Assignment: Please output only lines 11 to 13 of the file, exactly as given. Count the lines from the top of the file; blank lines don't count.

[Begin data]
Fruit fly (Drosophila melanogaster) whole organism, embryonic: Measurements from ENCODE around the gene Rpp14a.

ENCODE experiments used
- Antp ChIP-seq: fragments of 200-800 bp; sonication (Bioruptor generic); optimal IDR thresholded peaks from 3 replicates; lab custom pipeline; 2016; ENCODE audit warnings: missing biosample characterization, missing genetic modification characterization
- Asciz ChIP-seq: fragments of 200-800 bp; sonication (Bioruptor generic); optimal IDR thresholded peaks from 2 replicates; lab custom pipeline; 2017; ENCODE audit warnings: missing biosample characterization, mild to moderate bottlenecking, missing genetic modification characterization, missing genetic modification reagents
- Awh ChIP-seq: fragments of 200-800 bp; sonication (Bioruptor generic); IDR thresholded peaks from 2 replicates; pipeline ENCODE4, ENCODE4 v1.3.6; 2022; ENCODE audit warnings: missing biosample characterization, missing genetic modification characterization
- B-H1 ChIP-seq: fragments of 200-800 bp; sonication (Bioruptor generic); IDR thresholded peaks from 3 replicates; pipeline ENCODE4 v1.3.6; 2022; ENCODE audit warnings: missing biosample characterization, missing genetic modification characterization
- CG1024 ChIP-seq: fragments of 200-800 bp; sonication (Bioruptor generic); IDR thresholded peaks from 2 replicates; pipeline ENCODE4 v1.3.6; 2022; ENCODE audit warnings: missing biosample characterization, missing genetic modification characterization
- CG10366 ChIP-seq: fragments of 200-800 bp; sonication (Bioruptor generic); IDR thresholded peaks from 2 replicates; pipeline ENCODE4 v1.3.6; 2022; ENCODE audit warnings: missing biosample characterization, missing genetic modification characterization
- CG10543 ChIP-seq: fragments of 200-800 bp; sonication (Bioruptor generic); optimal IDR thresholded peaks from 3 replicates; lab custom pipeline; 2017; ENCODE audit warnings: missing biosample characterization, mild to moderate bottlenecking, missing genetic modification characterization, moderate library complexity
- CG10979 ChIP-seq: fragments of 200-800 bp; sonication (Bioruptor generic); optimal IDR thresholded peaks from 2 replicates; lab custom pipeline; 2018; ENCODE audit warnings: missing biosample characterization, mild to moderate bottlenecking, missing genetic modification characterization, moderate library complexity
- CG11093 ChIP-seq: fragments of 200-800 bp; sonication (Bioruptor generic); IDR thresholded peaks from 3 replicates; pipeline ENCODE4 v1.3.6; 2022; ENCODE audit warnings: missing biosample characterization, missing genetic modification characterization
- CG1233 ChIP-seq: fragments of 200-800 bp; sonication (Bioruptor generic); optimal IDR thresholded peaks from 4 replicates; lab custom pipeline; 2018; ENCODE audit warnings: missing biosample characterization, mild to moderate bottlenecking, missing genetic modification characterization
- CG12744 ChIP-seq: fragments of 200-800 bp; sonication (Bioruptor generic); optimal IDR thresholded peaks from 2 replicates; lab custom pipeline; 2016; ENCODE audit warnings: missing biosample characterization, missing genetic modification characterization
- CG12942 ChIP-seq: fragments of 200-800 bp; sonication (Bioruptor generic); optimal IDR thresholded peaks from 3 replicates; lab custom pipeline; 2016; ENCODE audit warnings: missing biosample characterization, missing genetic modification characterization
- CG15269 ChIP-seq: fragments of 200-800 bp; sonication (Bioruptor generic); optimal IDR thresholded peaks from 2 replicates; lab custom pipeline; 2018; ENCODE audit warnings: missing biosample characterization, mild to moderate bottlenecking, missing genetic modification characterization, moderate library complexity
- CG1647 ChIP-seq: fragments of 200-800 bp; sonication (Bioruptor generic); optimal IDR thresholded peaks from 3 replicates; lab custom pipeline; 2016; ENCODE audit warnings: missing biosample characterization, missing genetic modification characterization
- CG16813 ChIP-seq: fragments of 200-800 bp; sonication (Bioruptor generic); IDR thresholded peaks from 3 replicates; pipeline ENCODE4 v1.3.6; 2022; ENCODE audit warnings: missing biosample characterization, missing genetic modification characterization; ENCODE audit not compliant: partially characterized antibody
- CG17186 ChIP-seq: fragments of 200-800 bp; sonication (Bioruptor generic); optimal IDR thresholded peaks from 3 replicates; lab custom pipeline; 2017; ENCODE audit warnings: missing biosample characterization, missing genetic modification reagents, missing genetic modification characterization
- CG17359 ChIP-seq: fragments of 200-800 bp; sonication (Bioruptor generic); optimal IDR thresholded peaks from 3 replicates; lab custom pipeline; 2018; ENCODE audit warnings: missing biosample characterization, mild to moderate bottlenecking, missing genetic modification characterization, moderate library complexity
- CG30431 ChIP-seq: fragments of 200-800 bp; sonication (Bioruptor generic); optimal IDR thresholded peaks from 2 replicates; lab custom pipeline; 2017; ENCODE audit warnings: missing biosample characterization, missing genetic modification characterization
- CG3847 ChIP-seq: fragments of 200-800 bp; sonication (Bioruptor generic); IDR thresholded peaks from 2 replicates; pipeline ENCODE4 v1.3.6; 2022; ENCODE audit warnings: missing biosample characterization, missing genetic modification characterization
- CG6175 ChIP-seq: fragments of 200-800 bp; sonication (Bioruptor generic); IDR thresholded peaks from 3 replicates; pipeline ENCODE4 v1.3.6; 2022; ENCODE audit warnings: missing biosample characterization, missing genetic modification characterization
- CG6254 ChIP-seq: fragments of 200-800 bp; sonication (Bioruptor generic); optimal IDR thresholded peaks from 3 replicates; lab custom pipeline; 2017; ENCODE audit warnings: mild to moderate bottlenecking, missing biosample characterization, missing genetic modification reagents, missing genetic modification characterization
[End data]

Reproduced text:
- CG11093 ChIP-seq: fragments of 200-800 bp; sonication (Bioruptor generic); IDR thresholded peaks from 3 replicates; pipeline ENCODE4 v1.3.6; 2022; ENCODE audit warnings: missing biosample characterization, missing genetic modification characterization
- CG1233 ChIP-seq: fragments of 200-800 bp; sonication (Bioruptor generic); optimal IDR thresholded peaks from 4 replicates; lab custom pipeline; 2018; ENCODE audit warnings: missing biosample characterization, mild to moderate bottlenecking, missing genetic modification characterization
- CG12744 ChIP-seq: fragments of 200-800 bp; sonication (Bioruptor generic); optimal IDR thresholded peaks from 2 replicates; lab custom pipeline; 2016; ENCODE audit warnings: missing biosample characterization, missing genetic modification characterization